Nicola Apps Permaculture Workshop

These photos are from the recent permaculture workshop that Nicola Apps held at Three Churches in Emu Park. It was a great weekend and Three Churches was an amazing venue, the people out there are doing an incredible job and I hope that we will be able to have a L2L meeting out there in the near future!


Wicking Bed Construction

Shade House Constructions

We have been busy building shade houses lately. Moving in this direction is letting us deal with the crazy heat that we are having and overcomes the issues that we have with cabbage moths and fruit flies. This 36 square meter shade house is one I have put up at my parents house. My mother is a total green thumb so it is always interesting to see how things are going when I drop around.

The next project is to finish the 50 square meter shade house at our place. All the steel was free recycled scrap which I am running out of so I have started welding together shorter lengths to get enough to finish the project.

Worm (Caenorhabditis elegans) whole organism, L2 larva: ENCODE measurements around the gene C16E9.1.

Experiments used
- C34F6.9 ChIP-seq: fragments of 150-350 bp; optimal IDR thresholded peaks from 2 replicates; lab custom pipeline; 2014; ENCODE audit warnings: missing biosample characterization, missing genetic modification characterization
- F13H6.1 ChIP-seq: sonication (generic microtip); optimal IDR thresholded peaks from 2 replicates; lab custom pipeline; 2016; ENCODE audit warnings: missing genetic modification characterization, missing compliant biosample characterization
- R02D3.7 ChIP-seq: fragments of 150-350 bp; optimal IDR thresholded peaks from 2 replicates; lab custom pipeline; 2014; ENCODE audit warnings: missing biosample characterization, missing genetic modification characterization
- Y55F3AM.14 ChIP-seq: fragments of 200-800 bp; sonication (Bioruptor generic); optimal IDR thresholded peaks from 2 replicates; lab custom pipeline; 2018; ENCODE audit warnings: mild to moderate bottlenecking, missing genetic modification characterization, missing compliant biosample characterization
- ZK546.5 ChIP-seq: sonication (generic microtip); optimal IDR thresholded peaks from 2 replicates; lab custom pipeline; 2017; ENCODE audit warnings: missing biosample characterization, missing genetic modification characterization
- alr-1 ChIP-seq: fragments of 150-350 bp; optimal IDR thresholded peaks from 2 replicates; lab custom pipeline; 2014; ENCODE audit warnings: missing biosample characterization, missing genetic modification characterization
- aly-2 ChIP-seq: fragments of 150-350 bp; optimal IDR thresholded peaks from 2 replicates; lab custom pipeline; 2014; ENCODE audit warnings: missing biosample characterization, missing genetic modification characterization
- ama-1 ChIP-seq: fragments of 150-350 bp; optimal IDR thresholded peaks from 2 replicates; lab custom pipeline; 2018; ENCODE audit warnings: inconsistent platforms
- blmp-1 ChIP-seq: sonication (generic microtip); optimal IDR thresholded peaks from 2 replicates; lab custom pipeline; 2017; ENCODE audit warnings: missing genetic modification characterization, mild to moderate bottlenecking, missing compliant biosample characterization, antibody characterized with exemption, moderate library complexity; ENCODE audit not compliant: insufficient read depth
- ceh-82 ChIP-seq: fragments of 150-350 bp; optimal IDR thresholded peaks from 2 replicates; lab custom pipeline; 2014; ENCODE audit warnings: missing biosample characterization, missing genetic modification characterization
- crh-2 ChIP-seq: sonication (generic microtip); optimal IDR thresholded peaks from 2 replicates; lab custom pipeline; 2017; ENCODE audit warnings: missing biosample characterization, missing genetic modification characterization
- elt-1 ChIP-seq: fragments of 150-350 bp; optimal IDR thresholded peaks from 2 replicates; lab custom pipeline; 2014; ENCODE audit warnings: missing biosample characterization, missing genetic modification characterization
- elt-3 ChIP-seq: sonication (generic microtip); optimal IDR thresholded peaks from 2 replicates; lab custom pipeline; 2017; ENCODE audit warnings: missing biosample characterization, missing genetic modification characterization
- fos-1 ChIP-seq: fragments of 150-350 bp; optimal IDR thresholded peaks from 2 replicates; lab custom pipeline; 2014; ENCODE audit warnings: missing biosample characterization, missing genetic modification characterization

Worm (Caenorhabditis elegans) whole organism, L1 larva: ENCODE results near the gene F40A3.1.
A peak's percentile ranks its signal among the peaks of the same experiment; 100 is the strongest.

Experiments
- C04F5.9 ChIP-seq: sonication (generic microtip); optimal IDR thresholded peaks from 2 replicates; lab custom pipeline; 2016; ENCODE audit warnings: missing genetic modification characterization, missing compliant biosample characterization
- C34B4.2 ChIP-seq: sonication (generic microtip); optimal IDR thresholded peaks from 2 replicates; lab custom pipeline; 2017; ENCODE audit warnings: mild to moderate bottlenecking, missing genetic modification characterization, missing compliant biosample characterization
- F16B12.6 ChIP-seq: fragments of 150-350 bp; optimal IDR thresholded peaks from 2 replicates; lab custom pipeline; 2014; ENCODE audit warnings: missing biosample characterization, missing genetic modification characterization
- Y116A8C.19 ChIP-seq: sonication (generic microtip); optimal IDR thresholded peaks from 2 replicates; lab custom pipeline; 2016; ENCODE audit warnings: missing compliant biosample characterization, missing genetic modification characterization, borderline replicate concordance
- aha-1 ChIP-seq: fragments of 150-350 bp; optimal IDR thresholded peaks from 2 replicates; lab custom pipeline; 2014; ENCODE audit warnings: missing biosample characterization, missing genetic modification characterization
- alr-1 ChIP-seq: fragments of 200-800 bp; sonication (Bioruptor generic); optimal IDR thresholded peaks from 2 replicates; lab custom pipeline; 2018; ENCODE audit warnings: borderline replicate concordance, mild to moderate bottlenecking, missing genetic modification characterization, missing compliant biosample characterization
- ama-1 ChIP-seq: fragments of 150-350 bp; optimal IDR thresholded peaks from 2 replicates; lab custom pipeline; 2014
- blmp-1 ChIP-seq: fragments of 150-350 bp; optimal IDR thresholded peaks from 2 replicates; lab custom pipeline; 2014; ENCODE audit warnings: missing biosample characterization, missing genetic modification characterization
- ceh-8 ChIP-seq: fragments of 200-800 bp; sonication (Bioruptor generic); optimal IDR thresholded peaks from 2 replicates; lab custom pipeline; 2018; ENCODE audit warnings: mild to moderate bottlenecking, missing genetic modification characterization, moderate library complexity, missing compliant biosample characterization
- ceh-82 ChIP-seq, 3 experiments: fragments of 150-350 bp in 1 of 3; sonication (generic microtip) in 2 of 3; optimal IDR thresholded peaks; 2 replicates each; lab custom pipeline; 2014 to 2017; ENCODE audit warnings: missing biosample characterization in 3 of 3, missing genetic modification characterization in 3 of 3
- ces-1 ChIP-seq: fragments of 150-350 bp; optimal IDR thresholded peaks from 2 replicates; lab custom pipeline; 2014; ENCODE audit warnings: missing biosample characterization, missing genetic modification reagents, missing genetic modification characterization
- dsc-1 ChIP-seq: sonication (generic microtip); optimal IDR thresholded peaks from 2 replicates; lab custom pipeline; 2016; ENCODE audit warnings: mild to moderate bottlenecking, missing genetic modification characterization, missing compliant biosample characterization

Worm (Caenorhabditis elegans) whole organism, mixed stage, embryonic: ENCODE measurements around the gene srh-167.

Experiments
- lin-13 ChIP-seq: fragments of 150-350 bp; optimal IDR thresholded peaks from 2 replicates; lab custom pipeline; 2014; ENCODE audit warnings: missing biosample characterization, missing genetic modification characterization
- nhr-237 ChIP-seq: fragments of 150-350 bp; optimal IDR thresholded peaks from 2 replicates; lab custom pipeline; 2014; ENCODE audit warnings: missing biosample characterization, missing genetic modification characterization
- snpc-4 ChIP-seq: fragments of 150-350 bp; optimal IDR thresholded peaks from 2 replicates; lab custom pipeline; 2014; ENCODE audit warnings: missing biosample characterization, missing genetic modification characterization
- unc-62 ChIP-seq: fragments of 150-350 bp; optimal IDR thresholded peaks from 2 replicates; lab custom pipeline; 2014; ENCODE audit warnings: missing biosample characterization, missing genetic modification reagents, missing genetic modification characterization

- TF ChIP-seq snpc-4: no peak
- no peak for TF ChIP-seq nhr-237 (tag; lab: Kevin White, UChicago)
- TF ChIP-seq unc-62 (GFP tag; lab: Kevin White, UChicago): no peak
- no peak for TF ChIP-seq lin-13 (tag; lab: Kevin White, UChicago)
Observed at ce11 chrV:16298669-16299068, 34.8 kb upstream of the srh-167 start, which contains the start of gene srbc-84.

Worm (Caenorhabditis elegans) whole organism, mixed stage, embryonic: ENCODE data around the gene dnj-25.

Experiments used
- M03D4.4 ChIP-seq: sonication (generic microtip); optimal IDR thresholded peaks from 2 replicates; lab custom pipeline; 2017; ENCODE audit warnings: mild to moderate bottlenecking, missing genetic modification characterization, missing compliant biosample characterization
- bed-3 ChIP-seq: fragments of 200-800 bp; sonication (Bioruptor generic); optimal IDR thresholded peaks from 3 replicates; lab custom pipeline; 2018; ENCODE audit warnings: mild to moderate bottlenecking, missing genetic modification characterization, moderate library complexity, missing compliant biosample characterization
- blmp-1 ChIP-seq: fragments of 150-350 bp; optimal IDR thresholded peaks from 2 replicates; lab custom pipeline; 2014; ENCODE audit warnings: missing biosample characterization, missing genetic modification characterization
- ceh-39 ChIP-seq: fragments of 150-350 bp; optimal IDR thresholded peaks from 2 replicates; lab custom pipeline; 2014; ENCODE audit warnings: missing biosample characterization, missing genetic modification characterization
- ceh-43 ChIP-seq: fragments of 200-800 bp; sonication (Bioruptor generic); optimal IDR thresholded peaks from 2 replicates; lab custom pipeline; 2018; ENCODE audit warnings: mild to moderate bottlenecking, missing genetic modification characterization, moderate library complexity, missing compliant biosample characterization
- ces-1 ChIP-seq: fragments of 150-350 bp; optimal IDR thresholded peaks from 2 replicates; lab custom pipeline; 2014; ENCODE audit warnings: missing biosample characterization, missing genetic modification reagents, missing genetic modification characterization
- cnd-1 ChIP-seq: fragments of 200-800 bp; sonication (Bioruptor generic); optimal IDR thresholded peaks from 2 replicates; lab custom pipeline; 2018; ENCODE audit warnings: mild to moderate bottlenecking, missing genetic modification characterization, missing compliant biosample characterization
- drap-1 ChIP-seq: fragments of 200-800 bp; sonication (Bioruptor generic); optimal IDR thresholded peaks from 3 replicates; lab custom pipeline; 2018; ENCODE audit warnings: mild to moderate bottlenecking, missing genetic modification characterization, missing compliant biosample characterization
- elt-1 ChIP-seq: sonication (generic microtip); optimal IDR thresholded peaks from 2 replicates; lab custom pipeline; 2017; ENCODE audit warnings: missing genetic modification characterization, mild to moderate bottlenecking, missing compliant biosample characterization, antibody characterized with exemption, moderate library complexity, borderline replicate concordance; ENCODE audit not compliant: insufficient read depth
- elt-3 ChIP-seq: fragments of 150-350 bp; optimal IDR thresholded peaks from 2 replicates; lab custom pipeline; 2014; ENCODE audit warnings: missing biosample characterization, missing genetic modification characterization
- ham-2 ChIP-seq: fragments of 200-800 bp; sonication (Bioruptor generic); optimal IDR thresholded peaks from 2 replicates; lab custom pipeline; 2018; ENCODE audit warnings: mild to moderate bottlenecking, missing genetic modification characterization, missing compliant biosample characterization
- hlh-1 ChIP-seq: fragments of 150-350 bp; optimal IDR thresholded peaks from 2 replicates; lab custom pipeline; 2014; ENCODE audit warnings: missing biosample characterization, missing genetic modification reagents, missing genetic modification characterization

October Meeting

I completely forgot to post the photos from Daley’s October meeting. Daley has been experimenting in lots of different ideas including mushroom growing and raised vegetable beds. Robert also turned up and shared a huge amount of different seeds.



Jaboticaba Fruiting

Lindsay, Luke, Judie and I met Heather and Alan at the recent grafting workshop and were invited out to have a look at their amazing property. Although they mostly grow Lychee's and Mangos commercially there was a wide variety of other fruits and nuts growing around the property. The one that interested me the most was the Jaboticaba trees.

Jaboticaba are a Brazilian fruit that grow on the wood of the tree and have a very pleasant flavour. The skins however have a lot of Tannin and should not be eaten.



Rare Poultry Breeders

I met this charming lady and her equally charming pet turkey at the small landholders day in Yeppoon recently. There were a lot or rare breeds on display and some really tame pet birds that had been hand raised.

For more information contact Jane Cockerton on 0438 169 915




Mini Goat Breeders

I didn’t realise it but CQ has a miniature goat breeder. These diminutive guys get to around 60cm in height and are a lot easier to maintain then their larger cousins.

For more information check out




Grafting Workshop

I attended an awesome weekend grafting course run by the Capricorn Coast Landcare group and the Capricorn Edible Plants group. The course was free with funding from the Australian Government and expertly managed by local grafting guru’s Tony Welch and Alby Wooler.